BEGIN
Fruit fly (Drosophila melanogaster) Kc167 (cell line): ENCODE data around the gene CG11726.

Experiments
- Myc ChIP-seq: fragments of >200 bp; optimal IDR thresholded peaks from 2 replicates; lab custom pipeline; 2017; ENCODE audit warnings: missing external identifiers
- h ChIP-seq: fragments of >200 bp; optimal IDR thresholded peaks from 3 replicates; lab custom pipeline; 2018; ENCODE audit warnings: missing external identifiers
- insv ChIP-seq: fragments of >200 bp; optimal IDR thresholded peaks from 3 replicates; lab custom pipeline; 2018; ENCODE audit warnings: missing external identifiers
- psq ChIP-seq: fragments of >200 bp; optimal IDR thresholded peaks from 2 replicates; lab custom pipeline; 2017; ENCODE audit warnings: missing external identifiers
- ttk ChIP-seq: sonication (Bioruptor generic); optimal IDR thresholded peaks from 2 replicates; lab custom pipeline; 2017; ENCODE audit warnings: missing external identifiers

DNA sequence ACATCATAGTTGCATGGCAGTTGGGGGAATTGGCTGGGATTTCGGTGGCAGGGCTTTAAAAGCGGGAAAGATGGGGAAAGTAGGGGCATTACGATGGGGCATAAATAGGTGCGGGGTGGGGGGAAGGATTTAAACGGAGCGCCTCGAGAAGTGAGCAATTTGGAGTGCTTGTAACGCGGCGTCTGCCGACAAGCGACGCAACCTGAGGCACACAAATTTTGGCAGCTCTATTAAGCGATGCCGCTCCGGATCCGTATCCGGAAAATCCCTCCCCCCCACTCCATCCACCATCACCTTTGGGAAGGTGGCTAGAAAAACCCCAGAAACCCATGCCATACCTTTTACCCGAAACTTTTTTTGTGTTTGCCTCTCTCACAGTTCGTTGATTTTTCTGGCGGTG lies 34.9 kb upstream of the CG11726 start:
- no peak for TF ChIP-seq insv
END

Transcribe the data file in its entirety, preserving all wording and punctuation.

Fruit fly (Drosophila melanogaster) Kc167 (cell line): ENCODE data around the gene CG11726.

Experiments
- Myc ChIP-seq: fragments of >200 bp; optimal IDR thresholded peaks from 2 replicates; lab custom pipeline; 2017; ENCODE audit warnings: missing external identifiers
- h ChIP-seq: fragments of >200 bp; optimal IDR thresholded peaks from 3 replicates; lab custom pipeline; 2018; ENCODE audit warnings: missing external identifiers
- insv ChIP-seq: fragments of >200 bp; optimal IDR thresholded peaks from 3 replicates; lab custom pipeline; 2018; ENCODE audit warnings: missing external identifiers
- psq ChIP-seq: fragments of >200 bp; optimal IDR thresholded peaks from 2 replicates; lab custom pipeline; 2017; ENCODE audit warnings: missing external identifiers
- ttk ChIP-seq: sonication (Bioruptor generic); optimal IDR thresholded peaks from 2 replicates; lab custom pipeline; 2017; ENCODE audit warnings: missing external identifiers

DNA sequence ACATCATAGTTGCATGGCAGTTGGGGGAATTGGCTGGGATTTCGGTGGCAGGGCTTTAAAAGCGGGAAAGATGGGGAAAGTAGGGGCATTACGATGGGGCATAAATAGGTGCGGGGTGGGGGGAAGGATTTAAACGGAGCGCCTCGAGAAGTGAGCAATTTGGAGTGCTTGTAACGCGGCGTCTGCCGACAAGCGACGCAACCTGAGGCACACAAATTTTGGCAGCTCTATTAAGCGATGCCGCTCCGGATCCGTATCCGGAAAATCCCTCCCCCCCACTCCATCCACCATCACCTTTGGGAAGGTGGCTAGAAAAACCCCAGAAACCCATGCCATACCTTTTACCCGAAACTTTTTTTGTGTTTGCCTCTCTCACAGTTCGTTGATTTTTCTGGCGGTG lies 34.9 kb upstream of the CG11726 start:
- no peak for TF ChIP-seq insv